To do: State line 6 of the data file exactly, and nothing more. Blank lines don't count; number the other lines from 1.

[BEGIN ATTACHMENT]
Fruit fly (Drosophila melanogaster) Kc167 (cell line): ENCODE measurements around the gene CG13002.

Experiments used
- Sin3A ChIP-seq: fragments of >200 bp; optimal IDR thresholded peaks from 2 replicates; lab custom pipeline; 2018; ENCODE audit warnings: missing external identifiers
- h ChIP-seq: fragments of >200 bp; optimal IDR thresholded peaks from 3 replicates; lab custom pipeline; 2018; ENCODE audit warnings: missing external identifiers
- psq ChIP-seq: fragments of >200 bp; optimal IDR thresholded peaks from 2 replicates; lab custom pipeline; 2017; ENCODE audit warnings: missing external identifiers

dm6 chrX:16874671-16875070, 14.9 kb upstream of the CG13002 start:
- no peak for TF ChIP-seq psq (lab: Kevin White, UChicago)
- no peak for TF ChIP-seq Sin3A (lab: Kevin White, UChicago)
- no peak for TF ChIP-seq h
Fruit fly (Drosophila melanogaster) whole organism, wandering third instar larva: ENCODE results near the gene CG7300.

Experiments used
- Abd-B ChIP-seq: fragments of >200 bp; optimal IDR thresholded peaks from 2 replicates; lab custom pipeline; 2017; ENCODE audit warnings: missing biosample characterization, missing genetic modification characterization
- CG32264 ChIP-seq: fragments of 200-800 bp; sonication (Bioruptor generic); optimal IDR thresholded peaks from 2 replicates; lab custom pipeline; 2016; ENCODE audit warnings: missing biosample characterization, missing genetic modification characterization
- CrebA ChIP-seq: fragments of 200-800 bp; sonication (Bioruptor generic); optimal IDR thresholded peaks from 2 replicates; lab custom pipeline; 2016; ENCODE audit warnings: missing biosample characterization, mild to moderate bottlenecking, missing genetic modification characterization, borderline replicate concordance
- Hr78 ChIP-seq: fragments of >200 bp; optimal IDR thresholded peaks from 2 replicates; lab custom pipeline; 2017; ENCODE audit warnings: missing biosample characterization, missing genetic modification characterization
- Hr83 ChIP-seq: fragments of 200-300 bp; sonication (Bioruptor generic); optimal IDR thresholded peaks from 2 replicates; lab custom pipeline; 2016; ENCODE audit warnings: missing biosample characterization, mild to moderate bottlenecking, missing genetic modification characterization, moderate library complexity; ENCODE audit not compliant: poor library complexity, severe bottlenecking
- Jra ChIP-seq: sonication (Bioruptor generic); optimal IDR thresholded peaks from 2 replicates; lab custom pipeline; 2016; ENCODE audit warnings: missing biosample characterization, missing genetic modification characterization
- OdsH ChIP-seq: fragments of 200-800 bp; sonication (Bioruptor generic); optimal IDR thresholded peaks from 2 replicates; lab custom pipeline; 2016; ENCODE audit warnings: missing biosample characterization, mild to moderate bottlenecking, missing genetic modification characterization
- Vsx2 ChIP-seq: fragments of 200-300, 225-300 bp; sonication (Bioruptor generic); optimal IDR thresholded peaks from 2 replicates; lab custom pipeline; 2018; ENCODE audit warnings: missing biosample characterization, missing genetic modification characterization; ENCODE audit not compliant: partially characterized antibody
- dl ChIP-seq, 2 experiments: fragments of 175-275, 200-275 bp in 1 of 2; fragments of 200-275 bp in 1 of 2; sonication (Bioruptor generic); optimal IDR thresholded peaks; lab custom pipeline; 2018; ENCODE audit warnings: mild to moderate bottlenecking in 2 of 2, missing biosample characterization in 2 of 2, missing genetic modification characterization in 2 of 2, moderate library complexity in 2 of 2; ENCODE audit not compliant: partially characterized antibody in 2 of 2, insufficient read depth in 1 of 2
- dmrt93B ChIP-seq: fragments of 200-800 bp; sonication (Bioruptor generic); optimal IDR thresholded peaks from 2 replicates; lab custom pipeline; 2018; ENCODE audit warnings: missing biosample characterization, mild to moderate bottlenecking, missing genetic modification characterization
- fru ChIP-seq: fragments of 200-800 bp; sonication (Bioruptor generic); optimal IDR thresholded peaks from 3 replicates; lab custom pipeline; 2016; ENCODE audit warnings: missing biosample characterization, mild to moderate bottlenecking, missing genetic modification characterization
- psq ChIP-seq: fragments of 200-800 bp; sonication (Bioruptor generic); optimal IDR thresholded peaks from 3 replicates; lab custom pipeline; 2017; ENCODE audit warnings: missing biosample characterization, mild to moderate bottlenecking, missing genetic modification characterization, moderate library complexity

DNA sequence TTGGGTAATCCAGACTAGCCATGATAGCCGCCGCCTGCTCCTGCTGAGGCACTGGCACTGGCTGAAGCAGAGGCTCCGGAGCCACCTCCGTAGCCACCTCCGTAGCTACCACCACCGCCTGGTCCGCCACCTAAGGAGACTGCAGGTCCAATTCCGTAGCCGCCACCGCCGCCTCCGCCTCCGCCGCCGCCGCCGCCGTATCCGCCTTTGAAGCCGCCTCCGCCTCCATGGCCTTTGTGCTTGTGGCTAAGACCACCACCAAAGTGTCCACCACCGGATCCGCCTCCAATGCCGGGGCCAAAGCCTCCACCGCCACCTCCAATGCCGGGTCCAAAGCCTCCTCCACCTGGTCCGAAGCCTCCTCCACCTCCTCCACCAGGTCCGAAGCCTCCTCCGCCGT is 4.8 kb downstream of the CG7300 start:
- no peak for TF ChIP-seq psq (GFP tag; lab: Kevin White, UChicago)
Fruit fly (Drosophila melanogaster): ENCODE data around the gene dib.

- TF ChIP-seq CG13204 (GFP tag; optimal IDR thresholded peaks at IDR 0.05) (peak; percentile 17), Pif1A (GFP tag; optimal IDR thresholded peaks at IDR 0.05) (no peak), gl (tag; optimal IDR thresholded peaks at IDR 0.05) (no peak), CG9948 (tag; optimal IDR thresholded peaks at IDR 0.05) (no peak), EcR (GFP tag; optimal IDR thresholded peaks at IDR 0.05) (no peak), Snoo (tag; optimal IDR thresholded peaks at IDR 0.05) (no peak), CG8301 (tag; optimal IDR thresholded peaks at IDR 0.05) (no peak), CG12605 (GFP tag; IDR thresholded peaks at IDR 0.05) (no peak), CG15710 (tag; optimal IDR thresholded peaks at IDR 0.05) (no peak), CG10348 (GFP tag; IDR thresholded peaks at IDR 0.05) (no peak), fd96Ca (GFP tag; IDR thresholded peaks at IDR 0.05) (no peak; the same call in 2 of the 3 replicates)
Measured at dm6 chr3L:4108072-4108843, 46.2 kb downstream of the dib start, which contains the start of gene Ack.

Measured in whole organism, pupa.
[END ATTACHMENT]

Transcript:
dm6 chrX:16874671-16875070, 14.9 kb upstream of the CG13002 start: